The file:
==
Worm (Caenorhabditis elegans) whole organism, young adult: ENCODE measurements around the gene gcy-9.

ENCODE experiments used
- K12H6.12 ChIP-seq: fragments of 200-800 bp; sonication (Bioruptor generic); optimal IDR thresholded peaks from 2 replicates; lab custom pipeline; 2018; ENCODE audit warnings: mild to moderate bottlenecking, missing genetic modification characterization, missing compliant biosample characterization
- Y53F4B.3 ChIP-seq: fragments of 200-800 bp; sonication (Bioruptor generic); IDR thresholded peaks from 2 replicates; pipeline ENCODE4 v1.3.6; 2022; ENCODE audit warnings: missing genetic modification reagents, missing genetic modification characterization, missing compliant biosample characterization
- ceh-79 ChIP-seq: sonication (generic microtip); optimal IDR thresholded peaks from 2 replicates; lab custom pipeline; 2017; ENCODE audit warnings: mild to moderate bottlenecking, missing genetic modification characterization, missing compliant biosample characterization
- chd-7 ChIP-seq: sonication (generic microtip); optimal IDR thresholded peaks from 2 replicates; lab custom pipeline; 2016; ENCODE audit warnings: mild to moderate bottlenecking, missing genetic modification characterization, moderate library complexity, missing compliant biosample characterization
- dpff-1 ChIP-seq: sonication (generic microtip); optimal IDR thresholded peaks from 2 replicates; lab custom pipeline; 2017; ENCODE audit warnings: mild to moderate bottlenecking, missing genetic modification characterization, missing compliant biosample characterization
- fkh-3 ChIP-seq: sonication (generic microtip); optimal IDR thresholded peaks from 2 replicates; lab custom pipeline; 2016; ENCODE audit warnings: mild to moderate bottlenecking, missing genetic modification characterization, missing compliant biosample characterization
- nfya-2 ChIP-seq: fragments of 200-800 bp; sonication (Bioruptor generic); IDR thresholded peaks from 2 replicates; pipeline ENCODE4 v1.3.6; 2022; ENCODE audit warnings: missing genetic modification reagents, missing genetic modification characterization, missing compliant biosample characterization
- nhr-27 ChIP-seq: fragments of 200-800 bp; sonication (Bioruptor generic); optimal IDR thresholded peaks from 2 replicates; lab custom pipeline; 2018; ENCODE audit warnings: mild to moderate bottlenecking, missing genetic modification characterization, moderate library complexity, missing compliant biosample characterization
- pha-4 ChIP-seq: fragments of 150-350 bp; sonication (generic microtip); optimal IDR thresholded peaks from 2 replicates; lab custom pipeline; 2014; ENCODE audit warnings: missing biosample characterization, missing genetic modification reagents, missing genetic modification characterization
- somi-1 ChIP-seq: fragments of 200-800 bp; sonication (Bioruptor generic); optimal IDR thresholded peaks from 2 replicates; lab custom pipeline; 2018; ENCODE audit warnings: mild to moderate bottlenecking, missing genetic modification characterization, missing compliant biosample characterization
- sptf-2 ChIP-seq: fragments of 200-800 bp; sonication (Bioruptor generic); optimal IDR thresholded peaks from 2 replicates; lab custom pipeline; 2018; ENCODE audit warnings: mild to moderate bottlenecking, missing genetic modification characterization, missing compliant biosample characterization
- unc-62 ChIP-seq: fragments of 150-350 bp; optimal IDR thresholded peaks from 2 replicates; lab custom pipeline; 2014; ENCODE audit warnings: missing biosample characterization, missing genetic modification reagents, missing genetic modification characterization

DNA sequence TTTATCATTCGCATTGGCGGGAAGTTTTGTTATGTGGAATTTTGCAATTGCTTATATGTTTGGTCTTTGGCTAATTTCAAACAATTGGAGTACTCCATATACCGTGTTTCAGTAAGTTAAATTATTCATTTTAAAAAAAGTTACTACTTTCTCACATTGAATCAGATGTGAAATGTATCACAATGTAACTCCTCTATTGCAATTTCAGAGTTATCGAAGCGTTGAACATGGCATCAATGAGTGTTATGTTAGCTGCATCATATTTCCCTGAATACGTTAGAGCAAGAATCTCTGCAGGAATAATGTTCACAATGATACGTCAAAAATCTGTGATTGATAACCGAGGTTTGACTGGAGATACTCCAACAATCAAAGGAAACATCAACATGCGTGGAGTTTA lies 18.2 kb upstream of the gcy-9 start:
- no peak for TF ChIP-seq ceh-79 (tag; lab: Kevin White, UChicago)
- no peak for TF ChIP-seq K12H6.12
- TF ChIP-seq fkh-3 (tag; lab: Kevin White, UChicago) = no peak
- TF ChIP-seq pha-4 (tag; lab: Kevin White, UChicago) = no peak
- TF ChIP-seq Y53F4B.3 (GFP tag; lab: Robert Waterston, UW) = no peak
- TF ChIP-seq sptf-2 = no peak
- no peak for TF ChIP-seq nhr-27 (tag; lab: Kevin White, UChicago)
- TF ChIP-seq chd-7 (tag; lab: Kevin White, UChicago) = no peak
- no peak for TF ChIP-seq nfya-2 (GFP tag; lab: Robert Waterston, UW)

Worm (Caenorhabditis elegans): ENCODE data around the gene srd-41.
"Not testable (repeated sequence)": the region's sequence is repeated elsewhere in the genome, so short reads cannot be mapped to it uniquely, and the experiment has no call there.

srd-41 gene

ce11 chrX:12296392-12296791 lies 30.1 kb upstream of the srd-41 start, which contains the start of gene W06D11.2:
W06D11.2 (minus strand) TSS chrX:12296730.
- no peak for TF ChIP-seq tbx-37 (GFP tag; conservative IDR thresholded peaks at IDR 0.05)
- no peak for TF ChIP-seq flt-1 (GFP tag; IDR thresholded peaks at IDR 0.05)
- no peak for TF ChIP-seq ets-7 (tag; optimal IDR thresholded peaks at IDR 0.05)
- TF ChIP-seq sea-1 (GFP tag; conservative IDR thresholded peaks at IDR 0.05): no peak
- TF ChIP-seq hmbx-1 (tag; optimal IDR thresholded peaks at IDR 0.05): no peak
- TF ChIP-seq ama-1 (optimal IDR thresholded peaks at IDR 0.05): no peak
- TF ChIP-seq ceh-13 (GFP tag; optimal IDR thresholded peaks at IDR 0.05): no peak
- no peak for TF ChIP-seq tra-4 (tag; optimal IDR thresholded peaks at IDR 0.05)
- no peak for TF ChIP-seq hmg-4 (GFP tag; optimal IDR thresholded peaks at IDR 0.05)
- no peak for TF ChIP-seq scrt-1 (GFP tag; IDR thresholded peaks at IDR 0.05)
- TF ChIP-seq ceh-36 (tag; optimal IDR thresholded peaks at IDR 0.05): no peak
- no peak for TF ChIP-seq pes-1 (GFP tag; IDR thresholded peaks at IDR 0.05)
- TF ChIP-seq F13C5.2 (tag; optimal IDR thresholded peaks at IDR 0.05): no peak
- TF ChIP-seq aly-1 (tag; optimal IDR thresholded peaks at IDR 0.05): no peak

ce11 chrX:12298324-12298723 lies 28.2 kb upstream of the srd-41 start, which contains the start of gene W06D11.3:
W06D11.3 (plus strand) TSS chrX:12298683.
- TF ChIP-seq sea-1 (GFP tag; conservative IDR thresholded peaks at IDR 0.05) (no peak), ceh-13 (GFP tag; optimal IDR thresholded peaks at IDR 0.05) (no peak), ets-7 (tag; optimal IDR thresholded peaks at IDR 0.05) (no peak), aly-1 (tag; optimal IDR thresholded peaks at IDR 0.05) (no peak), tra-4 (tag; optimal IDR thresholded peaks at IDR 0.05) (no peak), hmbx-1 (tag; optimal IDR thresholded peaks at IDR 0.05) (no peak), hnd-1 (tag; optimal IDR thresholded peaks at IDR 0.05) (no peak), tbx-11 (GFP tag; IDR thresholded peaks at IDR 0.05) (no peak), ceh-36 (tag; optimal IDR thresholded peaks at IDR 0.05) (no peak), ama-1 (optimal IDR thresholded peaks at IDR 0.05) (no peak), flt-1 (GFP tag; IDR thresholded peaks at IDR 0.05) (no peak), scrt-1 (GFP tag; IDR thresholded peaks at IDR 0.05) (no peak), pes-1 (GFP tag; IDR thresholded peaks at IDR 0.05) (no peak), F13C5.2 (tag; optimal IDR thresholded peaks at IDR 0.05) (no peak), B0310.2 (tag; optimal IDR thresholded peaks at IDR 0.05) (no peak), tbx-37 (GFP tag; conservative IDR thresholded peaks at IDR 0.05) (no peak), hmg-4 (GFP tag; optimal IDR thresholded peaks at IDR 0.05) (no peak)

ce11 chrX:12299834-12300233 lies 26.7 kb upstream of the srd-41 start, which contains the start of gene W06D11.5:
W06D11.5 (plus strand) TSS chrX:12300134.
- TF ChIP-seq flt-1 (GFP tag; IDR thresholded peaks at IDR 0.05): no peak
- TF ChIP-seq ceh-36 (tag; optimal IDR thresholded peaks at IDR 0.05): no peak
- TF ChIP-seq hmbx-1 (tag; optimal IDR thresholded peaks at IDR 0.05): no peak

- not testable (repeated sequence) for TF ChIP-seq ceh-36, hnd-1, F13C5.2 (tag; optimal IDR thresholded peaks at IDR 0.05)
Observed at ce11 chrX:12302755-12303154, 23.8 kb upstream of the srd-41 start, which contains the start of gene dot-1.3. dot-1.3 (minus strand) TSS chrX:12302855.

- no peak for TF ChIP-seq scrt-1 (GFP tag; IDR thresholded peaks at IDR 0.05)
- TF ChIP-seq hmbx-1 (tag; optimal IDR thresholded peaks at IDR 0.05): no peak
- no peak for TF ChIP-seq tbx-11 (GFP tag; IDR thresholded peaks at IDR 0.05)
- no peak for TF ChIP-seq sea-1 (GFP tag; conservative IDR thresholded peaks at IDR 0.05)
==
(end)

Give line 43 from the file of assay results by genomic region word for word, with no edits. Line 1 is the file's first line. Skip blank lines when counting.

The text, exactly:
- TF ChIP-seq aly-1 (tag; optimal IDR thresholded peaks at IDR 0.05): no peak